Expanding Nebraska's third-largest game-day “city” to a capacity of 92,000 is a sparkling welcome mat to the fans who have bought every ticket for 325 straight Husker football home games.
But it is a credit to the City of Lincoln, its civic boosters and local taxpayers that a larger Memorial Stadium is now only one part of a striking first impression Nebraska's capital city makes on visitors.
With Lincoln's downtown Pinnacle Bank Arena project, the Haymarket Park baseball and softball complex — and more than $70 million in arena- associated private investment — new energy is being pumped into Lincoln's Haymarket district.
It is investment on a scale that has the potential to caffeinate a sleeping giant. And it shows a level of initiative that Omahans and all Nebraskans can applaud, because it could become an economic boon for the state.
Omaha has benefited in many ways from the tremendous redevelopment of its riverfront, spurred in large part by the mix of public and private investment that Lincoln undertook with its new arena.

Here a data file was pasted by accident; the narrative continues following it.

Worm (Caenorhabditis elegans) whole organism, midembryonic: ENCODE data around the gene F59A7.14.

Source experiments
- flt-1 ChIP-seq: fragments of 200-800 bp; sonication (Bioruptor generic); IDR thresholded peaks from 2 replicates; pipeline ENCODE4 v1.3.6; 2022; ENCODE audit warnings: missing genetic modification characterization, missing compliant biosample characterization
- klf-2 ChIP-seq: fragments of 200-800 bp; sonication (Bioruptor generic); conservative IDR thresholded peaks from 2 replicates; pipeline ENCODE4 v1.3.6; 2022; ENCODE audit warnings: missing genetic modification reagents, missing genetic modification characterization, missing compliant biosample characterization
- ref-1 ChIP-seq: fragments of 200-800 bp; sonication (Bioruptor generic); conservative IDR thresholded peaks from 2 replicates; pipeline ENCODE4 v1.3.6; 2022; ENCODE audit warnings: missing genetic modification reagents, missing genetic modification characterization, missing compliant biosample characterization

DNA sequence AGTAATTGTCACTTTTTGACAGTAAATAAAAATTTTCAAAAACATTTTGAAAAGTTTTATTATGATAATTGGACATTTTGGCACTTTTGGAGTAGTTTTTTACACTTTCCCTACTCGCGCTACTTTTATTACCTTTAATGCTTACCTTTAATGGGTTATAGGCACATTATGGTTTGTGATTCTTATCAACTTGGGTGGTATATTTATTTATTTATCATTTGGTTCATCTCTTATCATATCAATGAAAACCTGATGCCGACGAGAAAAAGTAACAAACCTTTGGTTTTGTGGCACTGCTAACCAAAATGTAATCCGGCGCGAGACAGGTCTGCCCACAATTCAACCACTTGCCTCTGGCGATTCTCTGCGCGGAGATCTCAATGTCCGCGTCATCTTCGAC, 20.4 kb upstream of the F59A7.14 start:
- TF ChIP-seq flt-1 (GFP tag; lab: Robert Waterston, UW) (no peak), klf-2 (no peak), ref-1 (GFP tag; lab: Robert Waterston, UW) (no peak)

Every day Omahans drive to work, they see the benefits of the CenturyLink Center and TD Ameritrade Park. They see it peak during the College World Series, Creighton basketball games and conventions, on concert nights and on random Thursday nights.
Those investments have helped change the feel of Omaha and have contributed to the city's ability to play on a larger, internationally competitive stage. They've helped recruit and retain good companies, entrepreneurs and employees.
Around the new Pinnacle Bank Arena, Lincoln is starting to generate a similar buzz, getting that same taste of urban vitality that can attract and keep young talent.
So if you head to Lincoln for Saturday's season- opening game with Wyoming, take some time to explore the new parts of Memorial Stadium, the renovated Devaney Center and the West Haymarket area.
The change is impressive.
If the University of Nebraska-Lincoln's Innovation Campus generates the investment momentum it could, Lincoln's inspired focus on economic development stirs visions of an emboldened partner to Omaha's job-creating drive.
Seeds were sewn in the ways that Lincoln's private business leaders joined public entities in pushing the new arena and Haymarket developments.
That level of private buy-in is a secret of Omaha's success, and it is vital to pushing Lincoln beyond its comfort zone as a government town.
If it correctly leverages private investment and its inherent advantages as the home to state government and the state's flagship public university, Lincoln could be able to grow an urban future that benefits all of Nebraska.